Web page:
This is an old but interesting Sugar Stacks website (click here) established to dramatically illustrate how much sugar people are consuming when they put various foods and drinks in their mouths. 4.2 grams = 1 teaspoon of sugar = 1 CUBE. With the huge increases in obesity (even among children) and Type II diabetes, pictures like these clearly should raise awareness that there may be a steep price to pay for not paying attention to sugar content in drinks and food.
Is Sugar Toxic?
The chances are good that sugar is a bigger part of your daily diet than you may realize which is why this information is so important. The average American consumes 130 pounds of sugar a year and new research coming out of some of America's most respected institutions is starting to find that sugar and the way many people are eating it today is a toxin and could be a driving force behind some of this country's leading killers, including heart disease and cancer.
As a result of these findings, an anti-sugar campaign has sprung up, led by Dr. Robert Lustig, a California endocrinologist, who believes the consumption of added sugars has plunged America into a public health crisis.
For the study, researchers from the University of Chicago Medicine and the Medical College of Wisconsin had nine young, slim, healthy adults spend two six-day stints in a sleep lab. During the first session, they slept 8.5 hours a night—and during the next, they slept just 4.5 hours a night.
The researchers found that the participants’ peak levels of 2-AG—a molecule that influences how much pleasure you get from eating—were 15 percent higher if the subjects were sleep deprived. The molecule is something called an endocannabinoid, which can trigger cravings for calorie-dense foods similar to the munchies caused by marijuana’s cannabinoids.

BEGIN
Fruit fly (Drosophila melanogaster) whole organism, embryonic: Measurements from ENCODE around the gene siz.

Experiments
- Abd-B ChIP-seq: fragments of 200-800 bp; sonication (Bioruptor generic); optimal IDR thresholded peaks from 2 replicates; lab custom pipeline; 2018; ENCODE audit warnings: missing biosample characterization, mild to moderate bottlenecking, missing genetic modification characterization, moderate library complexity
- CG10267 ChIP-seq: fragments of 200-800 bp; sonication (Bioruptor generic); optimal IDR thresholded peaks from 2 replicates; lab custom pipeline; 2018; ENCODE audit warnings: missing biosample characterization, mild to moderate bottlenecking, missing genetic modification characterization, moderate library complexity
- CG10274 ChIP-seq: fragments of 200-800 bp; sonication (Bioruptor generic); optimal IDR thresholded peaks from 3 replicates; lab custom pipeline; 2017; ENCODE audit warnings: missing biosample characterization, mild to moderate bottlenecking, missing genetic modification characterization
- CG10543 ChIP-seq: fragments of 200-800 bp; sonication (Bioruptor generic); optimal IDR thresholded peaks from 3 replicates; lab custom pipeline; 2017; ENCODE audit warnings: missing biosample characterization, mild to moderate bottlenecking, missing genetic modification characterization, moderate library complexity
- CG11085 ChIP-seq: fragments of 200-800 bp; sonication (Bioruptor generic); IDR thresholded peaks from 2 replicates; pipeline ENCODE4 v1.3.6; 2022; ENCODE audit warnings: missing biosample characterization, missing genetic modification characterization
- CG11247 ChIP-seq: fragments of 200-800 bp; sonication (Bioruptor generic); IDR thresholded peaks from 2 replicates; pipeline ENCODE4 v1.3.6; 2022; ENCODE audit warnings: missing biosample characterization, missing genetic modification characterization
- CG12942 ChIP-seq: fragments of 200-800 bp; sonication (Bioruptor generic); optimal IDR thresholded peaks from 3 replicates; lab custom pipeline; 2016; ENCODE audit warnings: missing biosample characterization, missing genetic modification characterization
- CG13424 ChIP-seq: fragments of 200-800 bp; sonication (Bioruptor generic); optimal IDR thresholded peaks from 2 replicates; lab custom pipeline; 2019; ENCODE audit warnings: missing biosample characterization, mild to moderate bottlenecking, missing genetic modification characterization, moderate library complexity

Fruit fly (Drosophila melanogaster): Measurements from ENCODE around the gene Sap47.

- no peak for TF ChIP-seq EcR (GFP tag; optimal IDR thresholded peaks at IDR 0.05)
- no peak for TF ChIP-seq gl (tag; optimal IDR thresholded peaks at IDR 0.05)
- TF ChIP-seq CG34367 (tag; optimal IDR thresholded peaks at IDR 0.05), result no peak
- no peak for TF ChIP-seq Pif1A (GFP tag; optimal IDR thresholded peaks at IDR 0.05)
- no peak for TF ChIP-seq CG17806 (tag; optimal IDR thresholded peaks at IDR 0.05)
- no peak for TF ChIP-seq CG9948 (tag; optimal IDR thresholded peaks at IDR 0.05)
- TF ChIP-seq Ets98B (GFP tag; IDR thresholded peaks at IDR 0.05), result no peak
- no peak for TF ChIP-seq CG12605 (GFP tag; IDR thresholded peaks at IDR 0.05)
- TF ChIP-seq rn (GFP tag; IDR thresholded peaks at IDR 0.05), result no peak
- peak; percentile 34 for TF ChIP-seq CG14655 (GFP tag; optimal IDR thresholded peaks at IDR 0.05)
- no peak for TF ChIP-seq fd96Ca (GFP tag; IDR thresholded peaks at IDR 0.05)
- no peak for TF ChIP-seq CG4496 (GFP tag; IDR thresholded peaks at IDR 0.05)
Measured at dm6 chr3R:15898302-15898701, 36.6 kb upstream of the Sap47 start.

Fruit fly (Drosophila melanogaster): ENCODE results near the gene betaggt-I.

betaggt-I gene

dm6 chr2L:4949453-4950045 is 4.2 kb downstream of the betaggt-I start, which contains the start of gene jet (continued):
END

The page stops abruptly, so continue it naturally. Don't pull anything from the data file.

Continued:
“Sleep deficiency influences hedonic mechanisms so that highly palatable or high-reward foods are preferred and consumed,” says study author Erin Hanlon. Translation: Skimp on the shuteye, and you’ll want to load up on high-fat and high-sugar foods the next day.
Previous research shows that sleep deprivation contributes to increased appetite, weight gain, and type 2 diabetes. While sleeping fewer than six hours a night spikes hunger by influencing levels of appetite-regulating hormones leptin and ghrelin, this study explains why junk food might be so hard to resist after a sleep-deprived night—even if you aren’t feeling hungry. Researchers aren’t sure why a lack of shuteye raises 2-AG levels, but they say it could be your body’s way of ensuring you increase your energy (aka calorie) intake to perk up after a less-than-restful night.
According to previous research published in the journal SLEEP, nine hours a night is the optimal amount of sleep when it comes to your waistline. Still, everyone’s exact target number is different. Want to find yours? The next chance you get, go to bed when you feel tired and wake up in the morning without an alarm. After a few days of this, calculate the average number of hours you snoozed each night. That’s how many you need to stay healthy—and slim.
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This video link from "Sugar" from CBS 60 Minutes was originally aired on April 1, 2012 and was rebroadcast on August 5, 2012. Dr. Sanjay Gupta is the correspondent. Denise Schrier Cetta and Sumi Aggarwal, producers.
If you want to hear more about this topic, I strongly recommend you click on the video below.
In it, Robert H. Lustig, MD, UCSF Professor of Pediatrics in the Division of Endocrinology, (who was interviewed by Dr. Guyta in the first video) explores the damage caused by sugary foods. He argues that fructose (too much) and fiber (not enough) appear to be cornerstones of the obesity epidemic through their effects on insulin. Series: UCSF Mini Medical School for the Public.